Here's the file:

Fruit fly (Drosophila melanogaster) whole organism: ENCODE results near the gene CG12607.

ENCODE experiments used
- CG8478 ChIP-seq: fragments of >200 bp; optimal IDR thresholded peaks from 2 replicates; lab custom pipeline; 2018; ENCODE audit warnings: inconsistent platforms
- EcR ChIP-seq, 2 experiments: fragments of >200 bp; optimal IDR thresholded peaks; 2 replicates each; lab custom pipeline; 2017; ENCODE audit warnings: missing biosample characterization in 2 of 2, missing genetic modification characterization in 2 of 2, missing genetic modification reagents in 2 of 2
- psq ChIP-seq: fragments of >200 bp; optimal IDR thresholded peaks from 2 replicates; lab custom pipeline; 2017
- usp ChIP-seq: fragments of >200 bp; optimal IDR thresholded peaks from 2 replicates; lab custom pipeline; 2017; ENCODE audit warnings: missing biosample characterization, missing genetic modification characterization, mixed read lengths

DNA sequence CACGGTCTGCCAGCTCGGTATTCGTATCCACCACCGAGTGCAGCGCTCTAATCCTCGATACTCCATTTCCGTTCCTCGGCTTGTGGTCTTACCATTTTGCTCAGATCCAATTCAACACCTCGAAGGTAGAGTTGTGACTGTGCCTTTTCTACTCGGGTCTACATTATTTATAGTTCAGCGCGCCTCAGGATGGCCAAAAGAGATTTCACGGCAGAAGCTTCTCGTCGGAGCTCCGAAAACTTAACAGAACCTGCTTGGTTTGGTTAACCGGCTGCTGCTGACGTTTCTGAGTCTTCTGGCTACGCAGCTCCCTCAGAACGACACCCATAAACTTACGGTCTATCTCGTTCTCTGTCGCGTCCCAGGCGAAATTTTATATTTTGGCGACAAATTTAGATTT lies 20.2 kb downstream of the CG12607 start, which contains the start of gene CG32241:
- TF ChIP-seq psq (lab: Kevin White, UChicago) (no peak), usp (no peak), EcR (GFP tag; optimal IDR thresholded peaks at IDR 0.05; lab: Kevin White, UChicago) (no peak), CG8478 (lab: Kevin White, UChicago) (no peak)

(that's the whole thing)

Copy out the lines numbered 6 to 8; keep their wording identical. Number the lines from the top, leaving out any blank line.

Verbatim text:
- usp ChIP-seq: fragments of >200 bp; optimal IDR thresholded peaks from 2 replicates; lab custom pipeline; 2017; ENCODE audit warnings: missing biosample characterization, missing genetic modification characterization, mixed read lengths

DNA sequence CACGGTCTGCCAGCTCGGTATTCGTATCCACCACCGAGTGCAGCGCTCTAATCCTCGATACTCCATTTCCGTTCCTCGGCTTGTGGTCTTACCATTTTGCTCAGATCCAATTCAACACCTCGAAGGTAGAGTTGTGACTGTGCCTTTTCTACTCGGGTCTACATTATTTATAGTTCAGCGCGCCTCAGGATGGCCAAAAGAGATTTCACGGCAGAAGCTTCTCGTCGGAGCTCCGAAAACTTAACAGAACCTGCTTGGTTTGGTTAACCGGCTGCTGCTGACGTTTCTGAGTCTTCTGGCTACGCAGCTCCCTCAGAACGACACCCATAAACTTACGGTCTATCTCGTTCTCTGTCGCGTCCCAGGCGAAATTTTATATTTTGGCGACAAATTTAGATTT lies 20.2 kb downstream of the CG12607 start, which contains the start of gene CG32241:
- TF ChIP-seq psq (lab: Kevin White, UChicago) (no peak), usp (no peak), EcR (GFP tag; optimal IDR thresholded peaks at IDR 0.05; lab: Kevin White, UChicago) (no peak), CG8478 (lab: Kevin White, UChicago) (no peak)